So I don't really have... that's why I'm sort of in the middle of this thing. One of the reasons I went to Great Britain [was] to try to defend Blair in the Labour Party conference, because my view was, they were presenting Tony as if he were just in the Bush Administration's hip pocket, but that's not at all true. Tony was more or less where I was. He took the problem very seriously. He was somewhat bullish on our ability to have good things happen in Iraq. But he also was determined to pull for the moderates in the Bush Administration who wanted to do this, if at all possible, with broader Allies and in a way that strengthened the multilateral process and the UN. So I always thought Blair did not get enough credit within Great Britain for trying to bring the Europeans and Americans together, under the UN rubric, or as close as possible to it. That's what I hope will happen.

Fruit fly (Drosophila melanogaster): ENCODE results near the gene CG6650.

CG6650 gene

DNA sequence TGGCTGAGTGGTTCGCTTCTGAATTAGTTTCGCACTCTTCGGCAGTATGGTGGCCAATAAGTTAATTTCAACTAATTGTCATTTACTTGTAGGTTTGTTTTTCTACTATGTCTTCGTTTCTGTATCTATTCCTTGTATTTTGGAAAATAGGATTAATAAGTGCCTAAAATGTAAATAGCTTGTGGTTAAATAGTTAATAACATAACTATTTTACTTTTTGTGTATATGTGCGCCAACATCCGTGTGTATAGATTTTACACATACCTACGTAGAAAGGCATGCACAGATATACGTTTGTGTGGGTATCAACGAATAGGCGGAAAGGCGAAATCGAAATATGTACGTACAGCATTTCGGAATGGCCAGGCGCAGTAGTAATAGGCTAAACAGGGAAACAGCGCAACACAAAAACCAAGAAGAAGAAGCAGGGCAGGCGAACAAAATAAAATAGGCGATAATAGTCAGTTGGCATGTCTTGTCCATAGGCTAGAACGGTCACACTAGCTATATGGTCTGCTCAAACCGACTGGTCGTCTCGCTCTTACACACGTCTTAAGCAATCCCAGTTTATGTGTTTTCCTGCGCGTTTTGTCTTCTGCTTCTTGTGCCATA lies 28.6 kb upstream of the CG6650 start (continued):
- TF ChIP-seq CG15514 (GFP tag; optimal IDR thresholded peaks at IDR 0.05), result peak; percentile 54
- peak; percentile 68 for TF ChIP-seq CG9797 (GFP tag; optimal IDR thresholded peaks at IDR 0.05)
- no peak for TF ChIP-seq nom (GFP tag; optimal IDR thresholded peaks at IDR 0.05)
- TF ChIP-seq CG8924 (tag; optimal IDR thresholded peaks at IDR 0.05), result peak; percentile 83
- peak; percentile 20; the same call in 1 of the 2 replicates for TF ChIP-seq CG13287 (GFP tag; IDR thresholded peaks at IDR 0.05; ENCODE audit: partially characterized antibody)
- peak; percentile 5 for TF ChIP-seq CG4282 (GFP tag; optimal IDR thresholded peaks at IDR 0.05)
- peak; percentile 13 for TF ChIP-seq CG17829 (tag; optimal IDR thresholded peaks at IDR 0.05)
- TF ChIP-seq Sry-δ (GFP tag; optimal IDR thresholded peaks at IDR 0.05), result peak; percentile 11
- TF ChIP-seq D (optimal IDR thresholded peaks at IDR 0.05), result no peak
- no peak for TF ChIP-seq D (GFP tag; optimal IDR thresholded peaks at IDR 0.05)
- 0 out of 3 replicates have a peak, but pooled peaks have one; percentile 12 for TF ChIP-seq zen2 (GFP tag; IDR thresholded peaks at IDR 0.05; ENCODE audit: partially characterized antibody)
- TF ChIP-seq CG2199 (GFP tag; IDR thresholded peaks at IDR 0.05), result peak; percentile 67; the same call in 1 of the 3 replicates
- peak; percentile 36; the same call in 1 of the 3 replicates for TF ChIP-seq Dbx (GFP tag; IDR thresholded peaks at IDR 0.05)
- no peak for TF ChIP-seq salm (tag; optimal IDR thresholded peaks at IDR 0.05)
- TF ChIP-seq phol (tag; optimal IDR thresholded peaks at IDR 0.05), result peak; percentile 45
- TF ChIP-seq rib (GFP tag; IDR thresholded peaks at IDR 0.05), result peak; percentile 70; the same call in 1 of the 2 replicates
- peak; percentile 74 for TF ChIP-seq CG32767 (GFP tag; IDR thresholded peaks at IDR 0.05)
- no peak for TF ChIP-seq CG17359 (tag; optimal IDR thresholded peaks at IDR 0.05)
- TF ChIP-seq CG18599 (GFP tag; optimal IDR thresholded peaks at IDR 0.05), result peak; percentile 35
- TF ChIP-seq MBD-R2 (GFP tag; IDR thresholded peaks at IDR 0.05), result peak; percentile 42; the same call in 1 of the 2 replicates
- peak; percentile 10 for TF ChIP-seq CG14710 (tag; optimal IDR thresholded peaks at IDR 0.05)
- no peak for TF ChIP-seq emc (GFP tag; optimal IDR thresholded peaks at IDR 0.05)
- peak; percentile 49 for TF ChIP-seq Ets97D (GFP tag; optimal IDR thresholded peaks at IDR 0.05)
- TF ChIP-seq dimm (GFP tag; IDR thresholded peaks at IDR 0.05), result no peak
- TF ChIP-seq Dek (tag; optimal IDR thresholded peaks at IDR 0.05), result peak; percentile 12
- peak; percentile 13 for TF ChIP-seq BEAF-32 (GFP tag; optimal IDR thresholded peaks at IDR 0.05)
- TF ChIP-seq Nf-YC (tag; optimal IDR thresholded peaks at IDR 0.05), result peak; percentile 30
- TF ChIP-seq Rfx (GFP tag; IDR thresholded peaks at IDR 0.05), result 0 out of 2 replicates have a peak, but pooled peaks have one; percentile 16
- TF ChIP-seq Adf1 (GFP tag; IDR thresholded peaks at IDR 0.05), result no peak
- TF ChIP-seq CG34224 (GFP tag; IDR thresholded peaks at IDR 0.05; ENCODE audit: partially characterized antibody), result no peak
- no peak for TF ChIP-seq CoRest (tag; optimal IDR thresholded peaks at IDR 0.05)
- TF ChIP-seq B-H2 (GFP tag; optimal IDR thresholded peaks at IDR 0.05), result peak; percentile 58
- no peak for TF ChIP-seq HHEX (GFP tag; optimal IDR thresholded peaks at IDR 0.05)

[Q: What about the recent speech by Al Gore, in which he criticized the Administration for using the prospect of war for political ends?] Well, I neither heard it nor actually read it. All I read were the press reports. And [here Clinton pauses for perhaps 15 seconds, the only such break in the conversation] my observations would be three.
One is, I think he was right to be genuinely disturbed about the documents that were uncovered from the Republican political consultants, which indicated that the timing was dictated by the politics of the midterms. I can only imagine what they would have done to us if they'd found a computer disk that said, 'Hey, we got to bomb Bosnia because we're not in good shape for the '94 elections.' I mean, they would have just killed us.